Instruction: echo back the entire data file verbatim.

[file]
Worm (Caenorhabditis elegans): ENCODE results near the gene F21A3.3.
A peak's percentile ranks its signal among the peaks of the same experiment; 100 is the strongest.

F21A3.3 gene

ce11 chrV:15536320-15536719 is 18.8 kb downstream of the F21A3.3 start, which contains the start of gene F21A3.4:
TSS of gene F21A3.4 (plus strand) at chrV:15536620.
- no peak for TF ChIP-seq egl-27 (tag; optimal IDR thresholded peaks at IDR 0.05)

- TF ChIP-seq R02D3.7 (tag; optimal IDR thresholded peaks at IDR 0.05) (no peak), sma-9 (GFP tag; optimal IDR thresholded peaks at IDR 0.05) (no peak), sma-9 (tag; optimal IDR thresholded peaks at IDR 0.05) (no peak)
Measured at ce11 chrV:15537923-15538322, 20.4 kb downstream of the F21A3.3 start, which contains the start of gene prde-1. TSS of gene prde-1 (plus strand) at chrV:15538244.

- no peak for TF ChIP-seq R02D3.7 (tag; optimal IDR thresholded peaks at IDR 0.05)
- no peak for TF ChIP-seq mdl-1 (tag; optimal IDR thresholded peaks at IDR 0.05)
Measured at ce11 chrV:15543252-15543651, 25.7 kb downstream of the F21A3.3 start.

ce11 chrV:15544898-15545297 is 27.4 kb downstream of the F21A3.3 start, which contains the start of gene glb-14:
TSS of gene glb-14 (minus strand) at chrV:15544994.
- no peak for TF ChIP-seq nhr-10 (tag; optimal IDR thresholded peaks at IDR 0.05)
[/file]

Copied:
Worm (Caenorhabditis elegans): ENCODE results near the gene F21A3.3.
A peak's percentile ranks its signal among the peaks of the same experiment; 100 is the strongest.

F21A3.3 gene

ce11 chrV:15536320-15536719 is 18.8 kb downstream of the F21A3.3 start, which contains the start of gene F21A3.4:
TSS of gene F21A3.4 (plus strand) at chrV:15536620.
- no peak for TF ChIP-seq egl-27 (tag; optimal IDR thresholded peaks at IDR 0.05)

- TF ChIP-seq R02D3.7 (tag; optimal IDR thresholded peaks at IDR 0.05) (no peak), sma-9 (GFP tag; optimal IDR thresholded peaks at IDR 0.05) (no peak), sma-9 (tag; optimal IDR thresholded peaks at IDR 0.05) (no peak)
Measured at ce11 chrV:15537923-15538322, 20.4 kb downstream of the F21A3.3 start, which contains the start of gene prde-1. TSS of gene prde-1 (plus strand) at chrV:15538244.

- no peak for TF ChIP-seq R02D3.7 (tag; optimal IDR thresholded peaks at IDR 0.05)
- no peak for TF ChIP-seq mdl-1 (tag; optimal IDR thresholded peaks at IDR 0.05)
Measured at ce11 chrV:15543252-15543651, 25.7 kb downstream of the F21A3.3 start.

ce11 chrV:15544898-15545297 is 27.4 kb downstream of the F21A3.3 start, which contains the start of gene glb-14:
TSS of gene glb-14 (minus strand) at chrV:15544994.
- no peak for TF ChIP-seq nhr-10 (tag; optimal IDR thresholded peaks at IDR 0.05)